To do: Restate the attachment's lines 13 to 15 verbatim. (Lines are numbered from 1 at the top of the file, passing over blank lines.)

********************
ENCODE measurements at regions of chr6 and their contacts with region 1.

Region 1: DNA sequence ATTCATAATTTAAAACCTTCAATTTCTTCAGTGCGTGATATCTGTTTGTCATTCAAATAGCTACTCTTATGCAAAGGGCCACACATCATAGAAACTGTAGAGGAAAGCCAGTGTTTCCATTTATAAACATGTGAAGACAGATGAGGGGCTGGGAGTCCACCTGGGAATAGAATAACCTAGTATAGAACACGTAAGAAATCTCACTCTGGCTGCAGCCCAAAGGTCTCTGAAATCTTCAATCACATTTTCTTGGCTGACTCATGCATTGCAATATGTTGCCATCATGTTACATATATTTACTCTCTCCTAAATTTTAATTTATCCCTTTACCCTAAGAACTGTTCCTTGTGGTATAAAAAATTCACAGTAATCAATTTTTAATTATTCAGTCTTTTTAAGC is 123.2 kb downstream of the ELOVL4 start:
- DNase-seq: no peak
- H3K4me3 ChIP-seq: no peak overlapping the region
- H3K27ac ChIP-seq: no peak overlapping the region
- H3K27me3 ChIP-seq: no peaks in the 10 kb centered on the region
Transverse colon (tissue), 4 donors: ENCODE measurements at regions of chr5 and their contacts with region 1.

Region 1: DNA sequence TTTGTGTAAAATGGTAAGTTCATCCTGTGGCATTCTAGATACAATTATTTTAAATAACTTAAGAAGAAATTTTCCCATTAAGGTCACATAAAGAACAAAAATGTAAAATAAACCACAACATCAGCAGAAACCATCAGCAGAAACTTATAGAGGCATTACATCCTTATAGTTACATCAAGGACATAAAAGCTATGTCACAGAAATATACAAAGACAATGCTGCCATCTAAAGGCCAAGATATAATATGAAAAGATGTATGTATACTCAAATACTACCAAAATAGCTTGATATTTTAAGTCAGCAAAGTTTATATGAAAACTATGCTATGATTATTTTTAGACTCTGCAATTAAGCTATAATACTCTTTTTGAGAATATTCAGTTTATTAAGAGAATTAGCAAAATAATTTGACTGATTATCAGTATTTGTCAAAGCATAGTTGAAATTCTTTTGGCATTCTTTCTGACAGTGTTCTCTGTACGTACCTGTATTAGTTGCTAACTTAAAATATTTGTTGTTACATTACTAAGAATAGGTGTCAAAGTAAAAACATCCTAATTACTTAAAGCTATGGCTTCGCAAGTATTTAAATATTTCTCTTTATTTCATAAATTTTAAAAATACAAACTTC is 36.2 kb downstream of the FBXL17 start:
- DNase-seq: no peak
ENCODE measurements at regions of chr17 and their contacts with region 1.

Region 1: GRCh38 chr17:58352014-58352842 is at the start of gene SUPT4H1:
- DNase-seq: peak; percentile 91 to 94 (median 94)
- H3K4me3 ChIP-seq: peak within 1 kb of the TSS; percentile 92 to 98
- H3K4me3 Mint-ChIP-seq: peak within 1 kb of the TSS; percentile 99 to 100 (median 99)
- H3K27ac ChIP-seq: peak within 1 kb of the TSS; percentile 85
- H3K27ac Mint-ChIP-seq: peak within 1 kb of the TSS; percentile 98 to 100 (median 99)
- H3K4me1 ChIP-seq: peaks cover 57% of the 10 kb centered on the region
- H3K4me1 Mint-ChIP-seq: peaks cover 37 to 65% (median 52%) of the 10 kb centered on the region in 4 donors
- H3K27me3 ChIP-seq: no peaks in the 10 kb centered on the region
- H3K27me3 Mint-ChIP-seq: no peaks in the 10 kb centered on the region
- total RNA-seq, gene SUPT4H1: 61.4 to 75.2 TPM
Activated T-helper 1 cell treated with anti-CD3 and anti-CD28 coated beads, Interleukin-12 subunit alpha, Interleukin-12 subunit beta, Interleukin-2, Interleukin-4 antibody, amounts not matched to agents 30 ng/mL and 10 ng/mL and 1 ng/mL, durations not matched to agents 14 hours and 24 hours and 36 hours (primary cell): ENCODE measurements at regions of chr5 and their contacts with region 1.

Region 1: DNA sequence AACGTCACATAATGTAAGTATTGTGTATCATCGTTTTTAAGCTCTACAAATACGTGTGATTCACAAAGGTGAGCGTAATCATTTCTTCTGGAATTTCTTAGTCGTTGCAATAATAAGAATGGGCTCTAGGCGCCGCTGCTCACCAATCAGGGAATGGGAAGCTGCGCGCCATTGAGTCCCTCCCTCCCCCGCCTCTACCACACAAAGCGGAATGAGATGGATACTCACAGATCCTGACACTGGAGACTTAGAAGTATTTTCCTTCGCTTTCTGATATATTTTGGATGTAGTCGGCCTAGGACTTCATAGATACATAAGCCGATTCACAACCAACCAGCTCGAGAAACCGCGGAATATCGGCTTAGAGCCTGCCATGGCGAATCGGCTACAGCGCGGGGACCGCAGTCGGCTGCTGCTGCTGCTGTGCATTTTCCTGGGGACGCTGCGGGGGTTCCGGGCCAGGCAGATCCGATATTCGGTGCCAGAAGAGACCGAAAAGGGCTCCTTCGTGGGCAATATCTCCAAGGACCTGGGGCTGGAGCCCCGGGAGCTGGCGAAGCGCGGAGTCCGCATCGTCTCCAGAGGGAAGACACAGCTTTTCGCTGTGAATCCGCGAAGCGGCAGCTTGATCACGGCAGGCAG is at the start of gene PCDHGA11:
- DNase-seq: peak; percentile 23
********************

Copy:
- H3K4me3 ChIP-seq: peak within 1 kb of the TSS; percentile 92 to 98
- H3K4me3 Mint-ChIP-seq: peak within 1 kb of the TSS; percentile 99 to 100 (median 99)
- H3K27ac ChIP-seq: peak within 1 kb of the TSS; percentile 85